Factors that predispose a patient to HHS include:
• type 2 diabetes with uncontrolled hyperglycemia
• decreased fluid intake
• underlying illness
• infection (present in 60% of cases)
• certain drugs, such as steroids, diuretics, and beta blockers
• history of myocardial infarction, thrombosis, compromised renal function, or dialysis
• age above 60 (especially in patients in hospitals and long-term care facilities).
Onset of HHS occurs over 12 days, on average. If misdiagnosed, the patient may suffer a serious medical emergency by the time it’s correctly diagnosed.
Suspect HHS in a patient with type 2 diabetes who has severe hyperglycemia, polyuria, polydipsia, profound dehydration, weakness, altered mental state or neurologic changes, or stroke-like symptoms. But keep in mind that some patients, like Mr. Suarez, have no known history of diabetes.
Laboratory findings typical of HHS include:
• plasma glucose level above 600 mg/dl
• blood urea nitrogen above 30 mEq/dl
• plasma osmolarity above 320 mOsm/kg
• abnormal electrolyte levels
• blood pH above 7.3
• minimal to absent ketones.
Blood and urine cultures should be obtained to determine if the patient has an underlying medical condition that might have triggered HHS.
Acute management of HHS involves prompt fluid and electrolyte replacement and insulin administration. The goal of fluid replacement is to increase circulatory volume and restore intracellular fluids. Typically, normal saline solution is given; once the patient is rehydrated, some clinicians administer half-normal saline solution with regular insulin added.
The American Diabetes Association recommends correcting the serum sodium level based on the degree of hyperglycemia: For each 100 mg/dl glucose above 100 mg/dl, add 1.6 mEq to the sodium value for a corrected serum sodium value. To reduce the plasma glucose level, regular insulin usually is given.
For Mr. Suarez, proper treatment means admission to the intensive care unit to correct hyperglycemia, severe dehydration, and electrolyte imbalances. His unresolved bronchial infection is the apparent reason for his elevated WBC count, which warrants another course of antibiotic therapy. He should receive an I.V. insulin infusion and normal saline solution to correct severe dehydration and hyperglycemia. Once his blood glucose measures less than 250 mg/dl, dextrose can be added to the I.V. infusion to prevent hypoglycemia.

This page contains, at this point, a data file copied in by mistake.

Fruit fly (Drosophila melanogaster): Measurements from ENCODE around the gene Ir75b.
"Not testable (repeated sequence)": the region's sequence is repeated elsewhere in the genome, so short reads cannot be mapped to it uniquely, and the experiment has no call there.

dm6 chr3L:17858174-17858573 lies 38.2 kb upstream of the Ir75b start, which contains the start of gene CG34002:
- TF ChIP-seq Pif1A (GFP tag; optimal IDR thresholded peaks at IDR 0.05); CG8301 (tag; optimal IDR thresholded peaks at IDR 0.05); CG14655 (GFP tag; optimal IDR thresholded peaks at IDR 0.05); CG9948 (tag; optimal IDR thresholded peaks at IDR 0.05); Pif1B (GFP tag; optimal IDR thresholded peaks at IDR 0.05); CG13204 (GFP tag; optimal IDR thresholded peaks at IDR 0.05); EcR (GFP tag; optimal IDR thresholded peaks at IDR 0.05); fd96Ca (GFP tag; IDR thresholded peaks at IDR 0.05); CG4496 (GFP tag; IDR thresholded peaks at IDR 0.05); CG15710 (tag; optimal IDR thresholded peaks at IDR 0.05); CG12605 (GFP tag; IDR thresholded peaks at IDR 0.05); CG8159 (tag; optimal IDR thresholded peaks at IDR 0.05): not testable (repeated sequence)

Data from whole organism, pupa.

To help prevent HHS and other diabetes complications, teach patients, family members, or other caregivers the importance of monitoring blood glucose levels regularly, following dietary recommendations, and staying well hydrated. If the patient has a specific risk factor for HHS, provide information to aid self-management of that condition. As needed, refer the patient to a diabetes educator so he can learn the self-care behaviors required to manage diabetes and avoid complications.
American Diabetes Association. Hyperglycemic crises in patients with diabetes mellitus (position statement). Diabetes Care. 2001;24(suppl 1):S83-S90.
American Diabetes Association. Newly released CDC study on diabetes reflects growing diabetes epidemic; illustrates need for heightened research and prevention and improved health care for diabetes. Available at: www.diabetes.org/uedocuments. Accessed August 13, 2006.
American Diabetes Association. What is hyperosmolar hyperglycemic nonketotic syndrome (HHNS)? Available at: www.diabetes.org/type-2-diabetes/treatment-conditions/hhns.jsp. Accessed June 20, 2006.
The Art and Science of Diabetes Self-Management. Desk Reference for Healthcare Professionals. Chicago, Ill: American Association of Diabetes Educators; 2006.
Kitabchi AE, Umpierrez GE, Murphy MB, et al. Hyperglycemic crises in diabetes. Diabetes Care. 2004;27(suppl 1):S94-S102. Available at: www.guideline.gov. Accessed August 14, 2006.
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Cynthia Tucker, RN, BSN, CDE, CPT is Diabetes Education Coordinator at Peninsula Regional Medical Center in Salisbury, Maryland.